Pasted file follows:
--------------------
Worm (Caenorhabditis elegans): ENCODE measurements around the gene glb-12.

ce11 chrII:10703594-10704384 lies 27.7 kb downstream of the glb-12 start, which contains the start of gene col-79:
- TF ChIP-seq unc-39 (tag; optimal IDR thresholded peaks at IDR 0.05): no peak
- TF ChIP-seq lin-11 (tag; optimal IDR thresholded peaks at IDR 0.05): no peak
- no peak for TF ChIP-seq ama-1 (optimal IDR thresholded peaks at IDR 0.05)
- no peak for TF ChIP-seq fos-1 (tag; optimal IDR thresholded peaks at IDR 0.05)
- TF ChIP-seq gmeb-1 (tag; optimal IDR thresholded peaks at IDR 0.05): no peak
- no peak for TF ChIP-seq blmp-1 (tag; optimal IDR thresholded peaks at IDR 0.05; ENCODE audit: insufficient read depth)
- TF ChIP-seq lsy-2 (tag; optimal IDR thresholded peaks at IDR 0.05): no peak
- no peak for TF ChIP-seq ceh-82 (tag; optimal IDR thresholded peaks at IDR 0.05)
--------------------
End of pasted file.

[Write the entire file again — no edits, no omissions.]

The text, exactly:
Worm (Caenorhabditis elegans): ENCODE measurements around the gene glb-12.

ce11 chrII:10703594-10704384 lies 27.7 kb downstream of the glb-12 start, which contains the start of gene col-79:
- TF ChIP-seq unc-39 (tag; optimal IDR thresholded peaks at IDR 0.05): no peak
- TF ChIP-seq lin-11 (tag; optimal IDR thresholded peaks at IDR 0.05): no peak
- no peak for TF ChIP-seq ama-1 (optimal IDR thresholded peaks at IDR 0.05)
- no peak for TF ChIP-seq fos-1 (tag; optimal IDR thresholded peaks at IDR 0.05)
- TF ChIP-seq gmeb-1 (tag; optimal IDR thresholded peaks at IDR 0.05): no peak
- no peak for TF ChIP-seq blmp-1 (tag; optimal IDR thresholded peaks at IDR 0.05; ENCODE audit: insufficient read depth)
- TF ChIP-seq lsy-2 (tag; optimal IDR thresholded peaks at IDR 0.05): no peak
- no peak for TF ChIP-seq ceh-82 (tag; optimal IDR thresholded peaks at IDR 0.05)